Wednesday, December 19, 2012

Homer and Jethro - Cool Crazy Xmas

All right, all right…here's an entire album that will never be re-issued. And YOU don't have a turntable anymore anyway. And if this album miraculously DID get re-issued, YOU wouldn't think it was worth $9.99 on iTunes or half that at eMusic.

So here, free...the always under-appreciated Homer and Jethro. Homer (or Jethro) once said, "We were too corny for sophisticated people, and too sophisticated for corny people." Quite so.

But even so, the duo averaged two albums a year for a decade, and actually had a hit single (a forgettable parody of "Battle of New Orleans"). During the great Hillbilly Sitcom Scare of the early 60's ("Beverly Hillbillies," "Green Acres," "Andy Griffith Show," "Petticoat Junction") they made some good money doing singing commercials for a brand of corn flakes. They even issued a few albums alluding to this success, with Jethro dressed up as "Cornfucius."

In the late 60's, CBS, citing "demographics," began to kill off their rural comedies. Sure, these shows were popular, but CBS didn't want to be known as the old fogey network catering to Middle America. They wanted a cool, urban image, and to get ads aimed at 20-somethings. CBS was even aiming their guns at "Gunsmoke" while greasing the floor under Jack Benny, Red Skelton and the hillbilly sitcoms. Columbia Records and other labels were likewise cleaning house, and ridding themselves of the Patti Page-type artists who were clogging the middle of the road and needing to give way to the fast lane of rock music.

Around this time, and only 55, Homer Haynes dropped dead of a heart attack. Thus, H&J were spared the ignominy of being dropped from their label. The audience for country was narrowing (and already crossover-country was becoming popular) and in the duo's case, trends in music made it more difficult to have hits with song parodies. There weren't that many songs everybody knew, or cared to hear corn-ified. Could Homer and Jethro do versions of "I am the Walrus" and "Stairway to Heaven?" Hmmm….

Jethro Burns gave up after a new partner and "The New Homer and Jethro" failed to interest anyone. A highly respected mandolin player, he later guested on various bluegrass albums and even made his own straight solo discs. He didn't live to see the name of "Homer and Jethro" become revered and respected, with a star on the Hollywood Walk of Fame. He didn't live to see a boxed set collecting all their tracks with a bonus DVD and a big 12x12 annotated booklet. If he was alive today…he STILL wouldn't have seen any of that! The duo remains, like deep-fried Oreos, an acquired taste. The duo remains a favorite only among the musically ill. And for that, my poor heart is as heavy as a bucket of liver.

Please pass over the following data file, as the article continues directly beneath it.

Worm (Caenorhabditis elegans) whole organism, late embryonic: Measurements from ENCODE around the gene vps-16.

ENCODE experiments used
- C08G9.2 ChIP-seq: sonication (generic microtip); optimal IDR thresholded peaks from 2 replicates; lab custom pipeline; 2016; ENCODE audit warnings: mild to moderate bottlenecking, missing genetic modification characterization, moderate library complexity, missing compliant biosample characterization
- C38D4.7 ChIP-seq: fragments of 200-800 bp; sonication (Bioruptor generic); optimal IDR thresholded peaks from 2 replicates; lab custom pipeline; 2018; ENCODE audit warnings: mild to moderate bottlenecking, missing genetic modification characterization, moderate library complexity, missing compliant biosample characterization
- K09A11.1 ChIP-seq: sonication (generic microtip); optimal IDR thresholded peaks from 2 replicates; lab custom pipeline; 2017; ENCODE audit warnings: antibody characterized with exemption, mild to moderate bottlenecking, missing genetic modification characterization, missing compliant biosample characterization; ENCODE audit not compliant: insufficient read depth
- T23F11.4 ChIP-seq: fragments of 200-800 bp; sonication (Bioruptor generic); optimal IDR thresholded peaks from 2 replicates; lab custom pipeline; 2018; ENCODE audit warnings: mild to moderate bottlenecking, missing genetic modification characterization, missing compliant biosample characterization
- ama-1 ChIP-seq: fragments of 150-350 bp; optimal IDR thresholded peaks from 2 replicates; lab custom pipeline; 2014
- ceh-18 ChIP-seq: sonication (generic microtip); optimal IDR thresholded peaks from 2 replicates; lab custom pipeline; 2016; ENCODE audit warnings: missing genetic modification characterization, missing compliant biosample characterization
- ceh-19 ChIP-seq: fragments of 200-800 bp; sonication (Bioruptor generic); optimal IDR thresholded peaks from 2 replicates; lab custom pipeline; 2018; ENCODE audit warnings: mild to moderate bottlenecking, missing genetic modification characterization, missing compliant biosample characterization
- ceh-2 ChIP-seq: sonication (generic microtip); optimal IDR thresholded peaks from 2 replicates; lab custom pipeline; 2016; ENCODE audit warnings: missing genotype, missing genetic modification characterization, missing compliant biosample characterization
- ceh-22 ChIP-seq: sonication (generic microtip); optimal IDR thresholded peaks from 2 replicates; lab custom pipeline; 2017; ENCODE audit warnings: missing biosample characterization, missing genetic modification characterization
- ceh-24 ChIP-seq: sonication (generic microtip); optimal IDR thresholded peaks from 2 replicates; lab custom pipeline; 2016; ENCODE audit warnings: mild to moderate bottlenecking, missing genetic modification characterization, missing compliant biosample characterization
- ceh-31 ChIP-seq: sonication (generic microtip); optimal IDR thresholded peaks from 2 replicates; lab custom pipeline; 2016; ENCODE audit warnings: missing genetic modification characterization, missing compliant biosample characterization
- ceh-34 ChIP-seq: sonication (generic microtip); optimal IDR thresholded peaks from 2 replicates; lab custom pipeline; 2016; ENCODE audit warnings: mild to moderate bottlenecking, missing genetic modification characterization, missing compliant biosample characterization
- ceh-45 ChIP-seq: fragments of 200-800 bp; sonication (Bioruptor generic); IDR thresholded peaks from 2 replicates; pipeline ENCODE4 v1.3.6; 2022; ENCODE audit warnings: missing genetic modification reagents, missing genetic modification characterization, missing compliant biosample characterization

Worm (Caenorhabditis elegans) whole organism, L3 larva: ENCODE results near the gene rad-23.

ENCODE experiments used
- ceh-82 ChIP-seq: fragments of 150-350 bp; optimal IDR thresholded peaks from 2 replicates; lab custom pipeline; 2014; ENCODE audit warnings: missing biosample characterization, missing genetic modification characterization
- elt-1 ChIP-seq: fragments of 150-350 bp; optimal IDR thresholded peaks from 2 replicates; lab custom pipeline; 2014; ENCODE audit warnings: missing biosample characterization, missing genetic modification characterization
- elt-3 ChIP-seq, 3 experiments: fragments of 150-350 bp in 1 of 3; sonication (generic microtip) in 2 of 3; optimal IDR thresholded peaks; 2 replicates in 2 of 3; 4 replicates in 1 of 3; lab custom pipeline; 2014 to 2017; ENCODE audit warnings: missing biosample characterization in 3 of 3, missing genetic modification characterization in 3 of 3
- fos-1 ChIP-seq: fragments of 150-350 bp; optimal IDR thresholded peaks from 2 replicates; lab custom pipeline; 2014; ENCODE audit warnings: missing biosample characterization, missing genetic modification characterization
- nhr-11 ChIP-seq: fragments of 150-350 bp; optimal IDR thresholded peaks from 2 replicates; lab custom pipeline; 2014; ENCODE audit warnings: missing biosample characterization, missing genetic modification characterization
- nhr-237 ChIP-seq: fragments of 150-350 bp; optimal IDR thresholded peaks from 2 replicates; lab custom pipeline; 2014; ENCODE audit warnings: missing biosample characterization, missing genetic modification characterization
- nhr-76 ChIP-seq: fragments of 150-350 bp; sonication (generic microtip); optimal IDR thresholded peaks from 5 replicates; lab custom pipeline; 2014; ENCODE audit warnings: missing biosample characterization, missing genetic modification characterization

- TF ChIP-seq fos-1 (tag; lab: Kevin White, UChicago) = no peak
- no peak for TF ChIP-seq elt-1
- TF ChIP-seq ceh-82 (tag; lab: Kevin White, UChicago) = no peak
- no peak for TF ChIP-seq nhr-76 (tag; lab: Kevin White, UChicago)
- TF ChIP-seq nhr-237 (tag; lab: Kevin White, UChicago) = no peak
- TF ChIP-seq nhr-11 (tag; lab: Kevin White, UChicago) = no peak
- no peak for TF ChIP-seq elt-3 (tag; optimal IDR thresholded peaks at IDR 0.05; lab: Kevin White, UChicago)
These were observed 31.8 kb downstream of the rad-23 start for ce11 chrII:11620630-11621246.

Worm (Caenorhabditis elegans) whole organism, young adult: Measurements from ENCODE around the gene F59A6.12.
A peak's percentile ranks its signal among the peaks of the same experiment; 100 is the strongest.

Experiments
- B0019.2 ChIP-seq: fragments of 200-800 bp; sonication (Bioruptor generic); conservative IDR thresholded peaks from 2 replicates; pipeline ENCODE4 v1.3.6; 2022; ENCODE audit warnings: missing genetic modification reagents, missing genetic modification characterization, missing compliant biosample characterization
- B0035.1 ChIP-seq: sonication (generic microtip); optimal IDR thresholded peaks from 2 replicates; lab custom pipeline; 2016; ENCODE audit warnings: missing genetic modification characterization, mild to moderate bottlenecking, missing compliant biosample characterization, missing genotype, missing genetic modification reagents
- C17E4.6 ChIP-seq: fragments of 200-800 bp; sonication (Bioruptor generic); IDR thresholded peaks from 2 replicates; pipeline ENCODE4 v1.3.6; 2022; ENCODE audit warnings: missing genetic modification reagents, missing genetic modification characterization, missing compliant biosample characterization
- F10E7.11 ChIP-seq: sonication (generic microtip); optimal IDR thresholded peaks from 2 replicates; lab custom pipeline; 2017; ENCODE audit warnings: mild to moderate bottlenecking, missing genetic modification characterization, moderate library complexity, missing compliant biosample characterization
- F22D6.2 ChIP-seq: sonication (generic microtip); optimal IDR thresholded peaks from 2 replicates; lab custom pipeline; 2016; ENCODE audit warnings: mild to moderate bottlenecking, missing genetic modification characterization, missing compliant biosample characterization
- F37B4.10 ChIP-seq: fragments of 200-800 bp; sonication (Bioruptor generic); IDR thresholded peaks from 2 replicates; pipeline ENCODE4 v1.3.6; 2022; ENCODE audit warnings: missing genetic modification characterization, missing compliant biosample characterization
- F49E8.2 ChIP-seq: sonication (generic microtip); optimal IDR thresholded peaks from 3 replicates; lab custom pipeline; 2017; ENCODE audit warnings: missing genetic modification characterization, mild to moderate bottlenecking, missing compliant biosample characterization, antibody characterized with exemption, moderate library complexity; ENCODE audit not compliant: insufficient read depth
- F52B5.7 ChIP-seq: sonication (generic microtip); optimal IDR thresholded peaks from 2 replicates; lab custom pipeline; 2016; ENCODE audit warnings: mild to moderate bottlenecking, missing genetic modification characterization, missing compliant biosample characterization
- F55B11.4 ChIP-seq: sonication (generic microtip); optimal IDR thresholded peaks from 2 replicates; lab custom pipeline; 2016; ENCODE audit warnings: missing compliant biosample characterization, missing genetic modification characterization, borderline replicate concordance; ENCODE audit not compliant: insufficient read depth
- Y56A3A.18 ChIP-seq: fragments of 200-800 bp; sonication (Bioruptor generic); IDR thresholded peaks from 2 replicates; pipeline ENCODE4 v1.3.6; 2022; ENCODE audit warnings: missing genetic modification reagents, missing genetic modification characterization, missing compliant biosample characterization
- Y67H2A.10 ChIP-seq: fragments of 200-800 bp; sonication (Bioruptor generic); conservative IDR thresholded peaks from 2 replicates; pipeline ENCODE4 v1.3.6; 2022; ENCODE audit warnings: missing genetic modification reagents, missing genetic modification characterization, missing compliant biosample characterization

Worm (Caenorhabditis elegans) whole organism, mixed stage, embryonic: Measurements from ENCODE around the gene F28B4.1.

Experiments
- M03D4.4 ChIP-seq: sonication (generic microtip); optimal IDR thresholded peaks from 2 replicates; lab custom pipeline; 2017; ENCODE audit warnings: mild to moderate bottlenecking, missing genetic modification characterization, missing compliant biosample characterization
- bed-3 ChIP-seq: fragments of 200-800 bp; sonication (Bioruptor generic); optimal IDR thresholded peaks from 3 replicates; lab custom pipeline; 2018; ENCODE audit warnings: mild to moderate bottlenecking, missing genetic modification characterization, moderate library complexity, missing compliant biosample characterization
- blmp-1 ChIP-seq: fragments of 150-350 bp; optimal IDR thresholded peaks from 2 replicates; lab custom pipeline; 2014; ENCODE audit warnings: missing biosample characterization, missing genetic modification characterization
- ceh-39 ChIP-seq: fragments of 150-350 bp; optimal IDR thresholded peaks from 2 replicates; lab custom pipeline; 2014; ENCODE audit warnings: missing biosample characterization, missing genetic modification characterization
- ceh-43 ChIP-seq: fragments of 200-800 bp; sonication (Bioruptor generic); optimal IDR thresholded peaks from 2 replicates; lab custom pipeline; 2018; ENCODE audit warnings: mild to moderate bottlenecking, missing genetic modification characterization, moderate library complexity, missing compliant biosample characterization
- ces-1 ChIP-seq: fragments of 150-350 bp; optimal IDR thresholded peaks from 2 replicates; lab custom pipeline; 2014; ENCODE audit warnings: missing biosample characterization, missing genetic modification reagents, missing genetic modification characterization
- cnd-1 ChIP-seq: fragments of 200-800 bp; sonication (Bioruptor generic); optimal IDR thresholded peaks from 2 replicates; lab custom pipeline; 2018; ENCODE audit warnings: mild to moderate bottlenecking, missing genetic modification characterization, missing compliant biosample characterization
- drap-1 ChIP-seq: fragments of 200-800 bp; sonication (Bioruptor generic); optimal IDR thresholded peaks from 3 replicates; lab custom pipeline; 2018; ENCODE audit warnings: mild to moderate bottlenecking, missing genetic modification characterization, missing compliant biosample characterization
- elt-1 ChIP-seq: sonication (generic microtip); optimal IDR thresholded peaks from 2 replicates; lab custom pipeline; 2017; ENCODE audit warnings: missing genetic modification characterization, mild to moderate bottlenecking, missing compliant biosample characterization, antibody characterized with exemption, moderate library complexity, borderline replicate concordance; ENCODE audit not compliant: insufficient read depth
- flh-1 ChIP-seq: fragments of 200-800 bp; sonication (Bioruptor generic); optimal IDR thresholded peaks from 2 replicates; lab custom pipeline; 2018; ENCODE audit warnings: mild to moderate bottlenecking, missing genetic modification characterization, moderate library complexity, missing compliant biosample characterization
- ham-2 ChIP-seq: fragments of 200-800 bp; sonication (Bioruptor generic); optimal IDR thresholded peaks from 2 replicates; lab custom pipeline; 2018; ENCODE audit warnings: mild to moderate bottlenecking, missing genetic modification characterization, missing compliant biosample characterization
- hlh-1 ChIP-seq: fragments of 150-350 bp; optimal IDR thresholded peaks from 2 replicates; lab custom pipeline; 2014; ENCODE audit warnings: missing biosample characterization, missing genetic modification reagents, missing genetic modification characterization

Homer and Jethro Crazy Xmas Album


Timmy said...

O! Oh0-Oh..Oh! Oh, oh, oh!
tahnk YOU.............!

Tim Edwards said...

I have several of the H&J Christmas album songs on 45's. Same songs, but completely different recordings. They are more "corn-fed" and not nearly as "slick" in their arrangements and production. "Santy Baby", "Night After Christmas" and "Santy Baby" come to mind, but I have a few others, too. They're RCA promo 45's. Must have decided they needed a more "commercial" release for the LP! I notice this too on Capitol Records -- especially on the "Ol Rockin' Ern" LP from Tennessee Ernie Ford. The 45's of the same tunes have much more edge and grit than the slicked up versions on the LP.

Ill Folks said...

Interesting point. I think the difference here is age. "Santy Baby" was I think recorded in 1954, when H&J were firmly C&W artists. Some dozen years later, they were older, more mellow "crossover" stylists and that hard edge was gone.

Actually that happened to many others. There's a big difference between the traditional George Jones of 1956 ("Why Baby Why" on Mercury) and the deeper voiced, mellower string-laden stuff he did for producer Billy Sherrill some 20 years later (including his comeback hit "He Stopped Loving Her Today")